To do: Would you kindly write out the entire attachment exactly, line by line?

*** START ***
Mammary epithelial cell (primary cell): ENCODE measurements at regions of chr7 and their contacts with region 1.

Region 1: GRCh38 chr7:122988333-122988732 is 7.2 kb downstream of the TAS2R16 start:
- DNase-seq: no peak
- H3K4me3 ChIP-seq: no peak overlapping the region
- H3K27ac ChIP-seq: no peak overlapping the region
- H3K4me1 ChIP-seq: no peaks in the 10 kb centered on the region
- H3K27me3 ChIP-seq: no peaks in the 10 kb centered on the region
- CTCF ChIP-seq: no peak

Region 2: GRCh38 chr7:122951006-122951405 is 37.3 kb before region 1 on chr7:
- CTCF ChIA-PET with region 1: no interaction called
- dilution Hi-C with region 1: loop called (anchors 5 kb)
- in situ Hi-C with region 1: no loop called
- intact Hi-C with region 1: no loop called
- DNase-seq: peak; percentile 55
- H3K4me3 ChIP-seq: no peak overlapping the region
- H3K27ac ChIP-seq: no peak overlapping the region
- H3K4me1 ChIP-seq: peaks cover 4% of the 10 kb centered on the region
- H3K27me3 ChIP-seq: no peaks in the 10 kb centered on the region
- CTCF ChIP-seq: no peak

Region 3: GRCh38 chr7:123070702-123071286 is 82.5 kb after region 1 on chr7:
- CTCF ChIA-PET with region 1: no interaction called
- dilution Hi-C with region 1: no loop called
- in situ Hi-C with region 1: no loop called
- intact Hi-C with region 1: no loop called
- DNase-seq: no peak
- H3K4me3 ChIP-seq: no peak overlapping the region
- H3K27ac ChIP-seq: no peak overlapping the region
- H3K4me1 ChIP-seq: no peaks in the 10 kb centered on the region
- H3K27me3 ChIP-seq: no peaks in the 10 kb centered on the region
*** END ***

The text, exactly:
Mammary epithelial cell (primary cell): ENCODE measurements at regions of chr7 and their contacts with region 1.

Region 1: GRCh38 chr7:122988333-122988732 is 7.2 kb downstream of the TAS2R16 start:
- DNase-seq: no peak
- H3K4me3 ChIP-seq: no peak overlapping the region
- H3K27ac ChIP-seq: no peak overlapping the region
- H3K4me1 ChIP-seq: no peaks in the 10 kb centered on the region
- H3K27me3 ChIP-seq: no peaks in the 10 kb centered on the region
- CTCF ChIP-seq: no peak

Region 2: GRCh38 chr7:122951006-122951405 is 37.3 kb before region 1 on chr7:
- CTCF ChIA-PET with region 1: no interaction called
- dilution Hi-C with region 1: loop called (anchors 5 kb)
- in situ Hi-C with region 1: no loop called
- intact Hi-C with region 1: no loop called
- DNase-seq: peak; percentile 55
- H3K4me3 ChIP-seq: no peak overlapping the region
- H3K27ac ChIP-seq: no peak overlapping the region
- H3K4me1 ChIP-seq: peaks cover 4% of the 10 kb centered on the region
- H3K27me3 ChIP-seq: no peaks in the 10 kb centered on the region
- CTCF ChIP-seq: no peak

Region 3: GRCh38 chr7:123070702-123071286 is 82.5 kb after region 1 on chr7:
- CTCF ChIA-PET with region 1: no interaction called
- dilution Hi-C with region 1: no loop called
- in situ Hi-C with region 1: no loop called
- intact Hi-C with region 1: no loop called
- DNase-seq: no peak
- H3K4me3 ChIP-seq: no peak overlapping the region
- H3K27ac ChIP-seq: no peak overlapping the region
- H3K4me1 ChIP-seq: no peaks in the 10 kb centered on the region
- H3K27me3 ChIP-seq: no peaks in the 10 kb centered on the region